This paw-some team all arrived at Battersea after their owners could no longer care for them and are looking for a front row seat in a loving new home to tune into the Olympic Games this summer. Our animal athletes are powered by Mars Petcare UK who are proud to be Battersea’s preferred nutritional partner, providing the Home with Pedigree and Whiskas and helping to feed Battersea’s very own four legged GB stars.

    If any of these canine champions win gold for you and you can offer them a home please contact Battersea on 0843 509 4444 or visit

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    August 4th, 2016Laura P (Editor)Articles

    When: 12-18 September 2016
    Where: Various

    What’s happening:

    Pedigree Paws Unite is the brainchild of Crufts 2013 Best in Show winning handler and owner, Gavin Robertson. Gavin and his Petit Basset Griffon Vendéen Jilly won the biggest prize in dogs in March 2013. As a result of the pair’s win, he organised Jilly’s Jolly Jaunt, a sponsored walk from Birmingham to London in the summer of 2013, which raised £49,000 for charity. During this 130 mile walk, Gavin and Jilly were joined by canine friends of all different breeds, shapes and sizes; which inspired Gavin to attempt an even bigger undertaking.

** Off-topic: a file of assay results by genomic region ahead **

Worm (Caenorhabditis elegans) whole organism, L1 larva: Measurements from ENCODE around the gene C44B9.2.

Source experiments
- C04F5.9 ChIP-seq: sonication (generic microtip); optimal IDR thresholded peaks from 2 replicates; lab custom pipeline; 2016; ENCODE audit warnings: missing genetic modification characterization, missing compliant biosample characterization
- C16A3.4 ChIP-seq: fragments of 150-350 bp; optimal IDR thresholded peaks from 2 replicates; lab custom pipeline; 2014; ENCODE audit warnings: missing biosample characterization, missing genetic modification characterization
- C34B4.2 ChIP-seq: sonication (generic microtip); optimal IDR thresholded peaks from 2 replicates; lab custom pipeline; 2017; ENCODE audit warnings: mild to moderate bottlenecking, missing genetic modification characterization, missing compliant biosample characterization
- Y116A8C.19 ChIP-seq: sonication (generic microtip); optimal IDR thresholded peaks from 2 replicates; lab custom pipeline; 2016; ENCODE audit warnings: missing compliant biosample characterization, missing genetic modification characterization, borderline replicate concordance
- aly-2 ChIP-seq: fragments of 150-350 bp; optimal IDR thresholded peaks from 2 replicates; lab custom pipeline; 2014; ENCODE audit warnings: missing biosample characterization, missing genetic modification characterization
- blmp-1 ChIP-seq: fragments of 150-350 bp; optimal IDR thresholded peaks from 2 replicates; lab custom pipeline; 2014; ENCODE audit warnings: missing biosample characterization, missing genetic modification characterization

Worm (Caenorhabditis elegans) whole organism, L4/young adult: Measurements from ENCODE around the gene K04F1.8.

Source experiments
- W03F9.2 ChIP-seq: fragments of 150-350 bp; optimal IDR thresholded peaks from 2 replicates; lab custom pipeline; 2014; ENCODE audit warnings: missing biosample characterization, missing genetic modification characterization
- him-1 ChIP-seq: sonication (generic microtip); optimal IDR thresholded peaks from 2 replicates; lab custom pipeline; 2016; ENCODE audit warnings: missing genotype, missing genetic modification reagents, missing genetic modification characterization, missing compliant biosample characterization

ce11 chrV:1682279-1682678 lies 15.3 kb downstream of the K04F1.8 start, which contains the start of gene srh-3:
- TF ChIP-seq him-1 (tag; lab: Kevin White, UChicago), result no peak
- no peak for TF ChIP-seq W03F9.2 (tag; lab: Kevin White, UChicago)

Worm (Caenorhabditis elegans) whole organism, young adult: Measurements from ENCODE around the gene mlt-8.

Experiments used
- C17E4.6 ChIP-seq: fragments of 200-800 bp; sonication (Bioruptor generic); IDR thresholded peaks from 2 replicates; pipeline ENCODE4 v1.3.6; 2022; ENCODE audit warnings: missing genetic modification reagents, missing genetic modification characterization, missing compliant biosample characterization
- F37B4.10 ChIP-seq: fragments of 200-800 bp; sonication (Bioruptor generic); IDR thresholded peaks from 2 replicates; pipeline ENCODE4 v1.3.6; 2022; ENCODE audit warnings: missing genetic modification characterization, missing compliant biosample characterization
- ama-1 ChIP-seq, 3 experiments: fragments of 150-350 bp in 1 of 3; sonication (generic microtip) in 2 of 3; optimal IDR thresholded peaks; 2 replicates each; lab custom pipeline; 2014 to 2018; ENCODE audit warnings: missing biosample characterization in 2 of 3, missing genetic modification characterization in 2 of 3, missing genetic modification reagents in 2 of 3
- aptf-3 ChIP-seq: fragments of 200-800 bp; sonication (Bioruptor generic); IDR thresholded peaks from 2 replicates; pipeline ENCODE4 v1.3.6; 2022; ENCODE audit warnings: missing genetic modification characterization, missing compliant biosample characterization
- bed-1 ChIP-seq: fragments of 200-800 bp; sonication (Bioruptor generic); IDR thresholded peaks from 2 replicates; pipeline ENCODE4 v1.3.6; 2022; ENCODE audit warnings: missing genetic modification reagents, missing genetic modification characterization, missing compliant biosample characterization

So, during one week in September, dog owners, breeders, judges and dog show exhibitors in England, Wales and Scotland will take part in a series of sponsored walks totalling 160 miles – that’s the equivalent of 6 marathons! The event aims to raise money for charity, obviously, but also to promote happy, healthy pedigree dogs.

    It is hoped that all 216 Kennel Club recognised breeds will take part in the event, each walking a minimum of five miles.  No other event, not even Crufts, has ever seen all 216 breeds come together at one time, so this is history in the making.

    The event organisers were appealing on Thursday (4 August) for representatives from the final few outstanding breeds to come forward. The dogs required are:

    • Small Munsterlander
    • Anatolian Shepherd
    • Bergamasco
    • Dandie Dinmont Terrier